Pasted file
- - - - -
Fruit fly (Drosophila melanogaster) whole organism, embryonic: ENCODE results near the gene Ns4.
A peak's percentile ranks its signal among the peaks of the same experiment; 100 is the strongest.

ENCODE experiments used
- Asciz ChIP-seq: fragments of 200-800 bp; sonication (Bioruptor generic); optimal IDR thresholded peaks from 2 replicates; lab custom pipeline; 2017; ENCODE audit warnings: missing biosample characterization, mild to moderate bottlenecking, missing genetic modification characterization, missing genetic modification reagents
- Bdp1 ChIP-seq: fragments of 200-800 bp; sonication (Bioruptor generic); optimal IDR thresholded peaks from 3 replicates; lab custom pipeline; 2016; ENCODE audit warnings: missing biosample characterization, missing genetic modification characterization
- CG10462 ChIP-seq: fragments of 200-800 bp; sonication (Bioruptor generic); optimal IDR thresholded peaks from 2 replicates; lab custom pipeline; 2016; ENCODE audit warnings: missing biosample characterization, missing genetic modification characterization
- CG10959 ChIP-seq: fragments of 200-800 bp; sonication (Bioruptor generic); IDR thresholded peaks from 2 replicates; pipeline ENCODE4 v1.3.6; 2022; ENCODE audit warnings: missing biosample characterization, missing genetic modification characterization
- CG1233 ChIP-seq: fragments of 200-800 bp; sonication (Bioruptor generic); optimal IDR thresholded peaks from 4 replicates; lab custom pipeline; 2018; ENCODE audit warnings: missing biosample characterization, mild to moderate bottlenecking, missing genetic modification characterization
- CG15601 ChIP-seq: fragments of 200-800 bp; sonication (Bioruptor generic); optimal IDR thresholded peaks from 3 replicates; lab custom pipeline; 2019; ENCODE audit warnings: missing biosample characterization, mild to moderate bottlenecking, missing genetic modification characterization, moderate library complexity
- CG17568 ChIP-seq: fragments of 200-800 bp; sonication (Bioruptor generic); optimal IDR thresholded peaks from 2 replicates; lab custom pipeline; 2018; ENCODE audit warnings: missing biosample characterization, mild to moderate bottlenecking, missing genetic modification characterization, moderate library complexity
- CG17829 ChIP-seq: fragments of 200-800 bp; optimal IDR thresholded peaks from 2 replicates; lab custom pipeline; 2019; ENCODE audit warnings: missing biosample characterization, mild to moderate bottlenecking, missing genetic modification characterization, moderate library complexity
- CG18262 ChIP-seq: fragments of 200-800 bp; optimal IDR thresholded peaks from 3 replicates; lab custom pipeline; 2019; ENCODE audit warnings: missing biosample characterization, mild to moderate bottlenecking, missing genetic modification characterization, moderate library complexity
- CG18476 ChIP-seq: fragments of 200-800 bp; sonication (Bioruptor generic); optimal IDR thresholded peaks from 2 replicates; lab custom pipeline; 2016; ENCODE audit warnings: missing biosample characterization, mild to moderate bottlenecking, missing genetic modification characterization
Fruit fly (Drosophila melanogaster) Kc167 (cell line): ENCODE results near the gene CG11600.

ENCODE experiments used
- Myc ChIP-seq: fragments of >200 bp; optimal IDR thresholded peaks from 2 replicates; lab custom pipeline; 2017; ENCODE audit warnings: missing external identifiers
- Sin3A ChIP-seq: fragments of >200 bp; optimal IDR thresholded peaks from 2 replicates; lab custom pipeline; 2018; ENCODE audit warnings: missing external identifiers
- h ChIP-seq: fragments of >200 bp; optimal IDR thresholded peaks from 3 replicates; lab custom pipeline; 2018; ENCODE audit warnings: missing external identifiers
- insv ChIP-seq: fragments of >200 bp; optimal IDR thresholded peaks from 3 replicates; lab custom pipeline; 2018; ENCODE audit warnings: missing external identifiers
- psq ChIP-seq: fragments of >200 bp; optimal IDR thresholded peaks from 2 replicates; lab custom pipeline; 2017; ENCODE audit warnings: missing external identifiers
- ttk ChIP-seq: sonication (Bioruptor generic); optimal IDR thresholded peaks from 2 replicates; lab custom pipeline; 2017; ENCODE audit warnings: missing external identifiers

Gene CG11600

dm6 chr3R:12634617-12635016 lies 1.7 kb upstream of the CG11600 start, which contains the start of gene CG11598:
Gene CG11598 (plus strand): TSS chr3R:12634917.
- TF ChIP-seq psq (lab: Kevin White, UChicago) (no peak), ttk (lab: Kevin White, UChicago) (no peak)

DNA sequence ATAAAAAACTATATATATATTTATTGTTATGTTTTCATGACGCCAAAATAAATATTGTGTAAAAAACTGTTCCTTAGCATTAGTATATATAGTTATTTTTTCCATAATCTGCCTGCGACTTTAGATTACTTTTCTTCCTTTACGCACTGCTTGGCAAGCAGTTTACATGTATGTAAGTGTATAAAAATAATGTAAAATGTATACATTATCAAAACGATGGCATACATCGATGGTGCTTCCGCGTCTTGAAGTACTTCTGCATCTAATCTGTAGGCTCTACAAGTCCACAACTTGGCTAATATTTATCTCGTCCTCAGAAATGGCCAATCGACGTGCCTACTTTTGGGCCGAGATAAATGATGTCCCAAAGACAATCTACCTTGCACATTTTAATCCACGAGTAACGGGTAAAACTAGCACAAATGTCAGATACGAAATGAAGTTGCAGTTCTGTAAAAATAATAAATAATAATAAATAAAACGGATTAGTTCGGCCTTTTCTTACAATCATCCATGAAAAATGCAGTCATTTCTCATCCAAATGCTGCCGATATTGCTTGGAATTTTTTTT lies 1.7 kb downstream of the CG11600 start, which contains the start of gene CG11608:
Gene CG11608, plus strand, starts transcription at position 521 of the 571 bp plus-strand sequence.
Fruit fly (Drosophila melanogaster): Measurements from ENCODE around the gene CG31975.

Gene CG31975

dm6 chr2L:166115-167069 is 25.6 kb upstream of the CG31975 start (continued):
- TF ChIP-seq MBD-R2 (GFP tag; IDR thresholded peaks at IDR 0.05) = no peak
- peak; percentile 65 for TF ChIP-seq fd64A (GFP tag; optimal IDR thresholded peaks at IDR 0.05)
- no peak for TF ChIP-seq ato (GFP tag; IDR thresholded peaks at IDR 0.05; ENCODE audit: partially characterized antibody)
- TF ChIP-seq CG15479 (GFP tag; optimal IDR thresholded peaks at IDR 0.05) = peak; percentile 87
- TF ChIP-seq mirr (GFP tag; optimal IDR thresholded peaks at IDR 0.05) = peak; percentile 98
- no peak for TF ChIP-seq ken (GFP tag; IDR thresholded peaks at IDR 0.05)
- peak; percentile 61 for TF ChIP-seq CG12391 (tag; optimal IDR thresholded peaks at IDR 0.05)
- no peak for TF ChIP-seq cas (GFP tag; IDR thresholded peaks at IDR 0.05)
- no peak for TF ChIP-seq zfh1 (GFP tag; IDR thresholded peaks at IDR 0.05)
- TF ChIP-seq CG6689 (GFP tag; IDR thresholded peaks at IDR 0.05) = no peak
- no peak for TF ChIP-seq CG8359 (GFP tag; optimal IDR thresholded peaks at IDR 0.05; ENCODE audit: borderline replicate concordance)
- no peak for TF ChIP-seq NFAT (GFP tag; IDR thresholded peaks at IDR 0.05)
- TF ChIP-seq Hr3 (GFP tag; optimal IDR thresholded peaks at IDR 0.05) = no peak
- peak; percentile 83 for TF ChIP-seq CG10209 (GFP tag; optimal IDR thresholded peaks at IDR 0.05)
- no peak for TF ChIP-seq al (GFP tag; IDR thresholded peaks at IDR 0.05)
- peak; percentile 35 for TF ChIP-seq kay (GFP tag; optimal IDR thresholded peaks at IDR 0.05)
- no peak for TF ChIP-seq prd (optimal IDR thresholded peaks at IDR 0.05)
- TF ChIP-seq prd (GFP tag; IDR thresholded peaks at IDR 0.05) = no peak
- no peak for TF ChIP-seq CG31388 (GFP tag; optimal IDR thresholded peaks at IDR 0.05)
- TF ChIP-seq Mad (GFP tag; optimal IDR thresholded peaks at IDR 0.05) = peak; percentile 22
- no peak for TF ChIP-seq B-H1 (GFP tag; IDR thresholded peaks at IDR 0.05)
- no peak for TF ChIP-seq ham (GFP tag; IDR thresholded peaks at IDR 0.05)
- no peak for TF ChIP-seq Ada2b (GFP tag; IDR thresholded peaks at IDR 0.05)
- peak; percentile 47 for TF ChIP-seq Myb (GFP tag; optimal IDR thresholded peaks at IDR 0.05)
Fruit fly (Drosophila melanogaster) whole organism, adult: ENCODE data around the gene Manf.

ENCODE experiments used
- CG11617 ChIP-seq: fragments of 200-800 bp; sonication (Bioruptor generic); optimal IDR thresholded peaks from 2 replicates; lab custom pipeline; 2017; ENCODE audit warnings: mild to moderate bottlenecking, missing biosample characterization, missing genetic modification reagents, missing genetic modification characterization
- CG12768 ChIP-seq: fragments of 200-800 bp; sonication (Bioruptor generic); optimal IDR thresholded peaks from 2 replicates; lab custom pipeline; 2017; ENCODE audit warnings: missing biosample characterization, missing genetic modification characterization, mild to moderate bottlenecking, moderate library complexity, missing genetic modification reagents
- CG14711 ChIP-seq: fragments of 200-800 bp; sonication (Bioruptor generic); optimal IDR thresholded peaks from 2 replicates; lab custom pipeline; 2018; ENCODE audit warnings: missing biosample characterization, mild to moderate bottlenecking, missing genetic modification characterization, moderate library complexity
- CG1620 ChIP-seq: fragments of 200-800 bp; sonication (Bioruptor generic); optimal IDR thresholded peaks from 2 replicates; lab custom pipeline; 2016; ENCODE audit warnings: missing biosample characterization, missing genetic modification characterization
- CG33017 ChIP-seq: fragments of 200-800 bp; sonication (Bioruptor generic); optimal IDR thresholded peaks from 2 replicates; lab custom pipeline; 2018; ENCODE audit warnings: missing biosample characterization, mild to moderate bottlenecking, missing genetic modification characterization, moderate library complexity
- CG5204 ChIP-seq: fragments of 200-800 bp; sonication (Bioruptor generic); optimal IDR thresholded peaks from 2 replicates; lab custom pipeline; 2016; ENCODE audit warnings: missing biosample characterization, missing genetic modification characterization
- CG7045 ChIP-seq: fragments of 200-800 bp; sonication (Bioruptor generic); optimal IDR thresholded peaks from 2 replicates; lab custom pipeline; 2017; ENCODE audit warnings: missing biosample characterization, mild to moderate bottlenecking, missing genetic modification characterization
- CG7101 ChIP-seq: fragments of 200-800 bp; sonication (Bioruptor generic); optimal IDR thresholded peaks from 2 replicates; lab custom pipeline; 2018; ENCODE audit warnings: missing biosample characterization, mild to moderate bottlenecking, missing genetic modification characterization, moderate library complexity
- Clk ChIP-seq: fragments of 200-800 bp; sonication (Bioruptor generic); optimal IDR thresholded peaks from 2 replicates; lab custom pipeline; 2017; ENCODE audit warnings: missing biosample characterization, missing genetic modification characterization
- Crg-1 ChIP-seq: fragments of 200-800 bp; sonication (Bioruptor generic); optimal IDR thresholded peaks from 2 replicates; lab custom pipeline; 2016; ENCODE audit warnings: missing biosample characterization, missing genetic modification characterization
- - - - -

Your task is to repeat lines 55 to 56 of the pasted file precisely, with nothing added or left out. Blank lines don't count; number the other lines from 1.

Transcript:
Fruit fly (Drosophila melanogaster) whole organism, adult: ENCODE data around the gene Manf.

ENCODE experiments used